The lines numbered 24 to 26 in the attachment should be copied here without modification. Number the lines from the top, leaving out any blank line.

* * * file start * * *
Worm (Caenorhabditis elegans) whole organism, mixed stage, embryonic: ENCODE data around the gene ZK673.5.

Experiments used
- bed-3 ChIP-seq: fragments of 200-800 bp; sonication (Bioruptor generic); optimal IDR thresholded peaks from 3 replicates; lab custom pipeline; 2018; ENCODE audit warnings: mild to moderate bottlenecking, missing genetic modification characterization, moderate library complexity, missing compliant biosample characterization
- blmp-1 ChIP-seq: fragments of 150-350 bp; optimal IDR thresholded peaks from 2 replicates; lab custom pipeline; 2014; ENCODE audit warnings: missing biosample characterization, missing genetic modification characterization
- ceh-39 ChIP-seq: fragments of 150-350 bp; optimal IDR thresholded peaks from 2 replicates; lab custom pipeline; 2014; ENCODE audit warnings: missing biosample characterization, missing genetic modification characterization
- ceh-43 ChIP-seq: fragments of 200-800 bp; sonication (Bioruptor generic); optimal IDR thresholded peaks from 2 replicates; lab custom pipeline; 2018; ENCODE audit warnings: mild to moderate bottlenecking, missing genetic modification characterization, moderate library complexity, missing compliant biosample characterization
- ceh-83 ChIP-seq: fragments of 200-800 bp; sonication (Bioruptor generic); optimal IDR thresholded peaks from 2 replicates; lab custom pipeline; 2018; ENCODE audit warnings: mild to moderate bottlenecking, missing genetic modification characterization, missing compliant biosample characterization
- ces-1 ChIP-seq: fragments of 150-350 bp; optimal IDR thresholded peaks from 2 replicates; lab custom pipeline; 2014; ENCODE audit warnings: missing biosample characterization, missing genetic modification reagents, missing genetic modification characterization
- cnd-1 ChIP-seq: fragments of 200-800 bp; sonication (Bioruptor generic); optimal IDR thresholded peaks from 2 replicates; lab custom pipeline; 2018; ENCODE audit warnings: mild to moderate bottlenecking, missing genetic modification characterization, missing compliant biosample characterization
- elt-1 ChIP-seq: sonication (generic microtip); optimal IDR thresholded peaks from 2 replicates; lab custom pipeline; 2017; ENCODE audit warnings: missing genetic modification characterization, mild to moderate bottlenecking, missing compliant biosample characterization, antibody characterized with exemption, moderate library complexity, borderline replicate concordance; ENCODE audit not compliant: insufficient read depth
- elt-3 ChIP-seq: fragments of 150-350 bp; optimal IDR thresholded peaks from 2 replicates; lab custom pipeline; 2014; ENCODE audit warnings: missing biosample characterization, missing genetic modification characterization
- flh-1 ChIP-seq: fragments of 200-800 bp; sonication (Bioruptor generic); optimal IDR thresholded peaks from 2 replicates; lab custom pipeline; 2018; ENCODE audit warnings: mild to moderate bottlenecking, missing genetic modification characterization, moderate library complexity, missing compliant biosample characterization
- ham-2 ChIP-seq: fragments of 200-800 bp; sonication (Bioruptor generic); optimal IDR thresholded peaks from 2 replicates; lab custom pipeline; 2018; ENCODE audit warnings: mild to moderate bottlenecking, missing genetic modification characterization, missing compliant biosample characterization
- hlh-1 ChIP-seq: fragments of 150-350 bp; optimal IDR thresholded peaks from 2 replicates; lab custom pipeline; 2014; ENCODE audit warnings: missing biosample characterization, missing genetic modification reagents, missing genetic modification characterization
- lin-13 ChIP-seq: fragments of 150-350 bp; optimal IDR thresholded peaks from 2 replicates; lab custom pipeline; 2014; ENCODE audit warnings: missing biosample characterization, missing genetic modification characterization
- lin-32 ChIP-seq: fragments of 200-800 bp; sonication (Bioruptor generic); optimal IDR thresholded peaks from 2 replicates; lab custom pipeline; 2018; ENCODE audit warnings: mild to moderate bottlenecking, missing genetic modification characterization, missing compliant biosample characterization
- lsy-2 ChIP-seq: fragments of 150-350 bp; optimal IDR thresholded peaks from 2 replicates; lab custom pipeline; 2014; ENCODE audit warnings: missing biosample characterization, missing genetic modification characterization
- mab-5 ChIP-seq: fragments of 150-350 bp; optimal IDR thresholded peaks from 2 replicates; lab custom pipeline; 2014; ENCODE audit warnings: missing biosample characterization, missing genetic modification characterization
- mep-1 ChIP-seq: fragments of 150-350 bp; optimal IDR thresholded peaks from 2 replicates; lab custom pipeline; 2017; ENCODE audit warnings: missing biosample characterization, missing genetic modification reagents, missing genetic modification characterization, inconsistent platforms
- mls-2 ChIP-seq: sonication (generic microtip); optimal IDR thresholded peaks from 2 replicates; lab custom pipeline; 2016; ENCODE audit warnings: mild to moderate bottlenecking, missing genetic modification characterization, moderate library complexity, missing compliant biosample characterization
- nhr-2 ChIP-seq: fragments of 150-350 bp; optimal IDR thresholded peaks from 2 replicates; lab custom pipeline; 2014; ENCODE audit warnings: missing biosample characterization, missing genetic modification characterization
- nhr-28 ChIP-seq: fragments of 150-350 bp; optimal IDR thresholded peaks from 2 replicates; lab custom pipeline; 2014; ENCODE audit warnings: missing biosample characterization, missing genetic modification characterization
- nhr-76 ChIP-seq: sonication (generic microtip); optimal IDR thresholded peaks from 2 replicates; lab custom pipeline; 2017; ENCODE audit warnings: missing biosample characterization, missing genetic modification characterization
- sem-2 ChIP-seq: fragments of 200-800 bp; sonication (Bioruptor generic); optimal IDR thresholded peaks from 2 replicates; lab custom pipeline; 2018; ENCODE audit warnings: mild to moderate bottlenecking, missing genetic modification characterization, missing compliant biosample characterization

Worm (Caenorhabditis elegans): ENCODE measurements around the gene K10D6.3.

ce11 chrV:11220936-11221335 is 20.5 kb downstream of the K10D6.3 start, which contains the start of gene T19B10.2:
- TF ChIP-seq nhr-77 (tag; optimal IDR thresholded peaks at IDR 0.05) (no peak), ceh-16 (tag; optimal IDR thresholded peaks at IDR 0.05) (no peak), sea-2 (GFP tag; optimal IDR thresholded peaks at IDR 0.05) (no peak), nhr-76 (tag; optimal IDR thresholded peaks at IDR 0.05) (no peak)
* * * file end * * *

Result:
- sem-2 ChIP-seq: fragments of 200-800 bp; sonication (Bioruptor generic); optimal IDR thresholded peaks from 2 replicates; lab custom pipeline; 2018; ENCODE audit warnings: mild to moderate bottlenecking, missing genetic modification characterization, missing compliant biosample characterization

Worm (Caenorhabditis elegans): ENCODE measurements around the gene K10D6.3.

ce11 chrV:11220936-11221335 is 20.5 kb downstream of the K10D6.3 start, which contains the start of gene T19B10.2: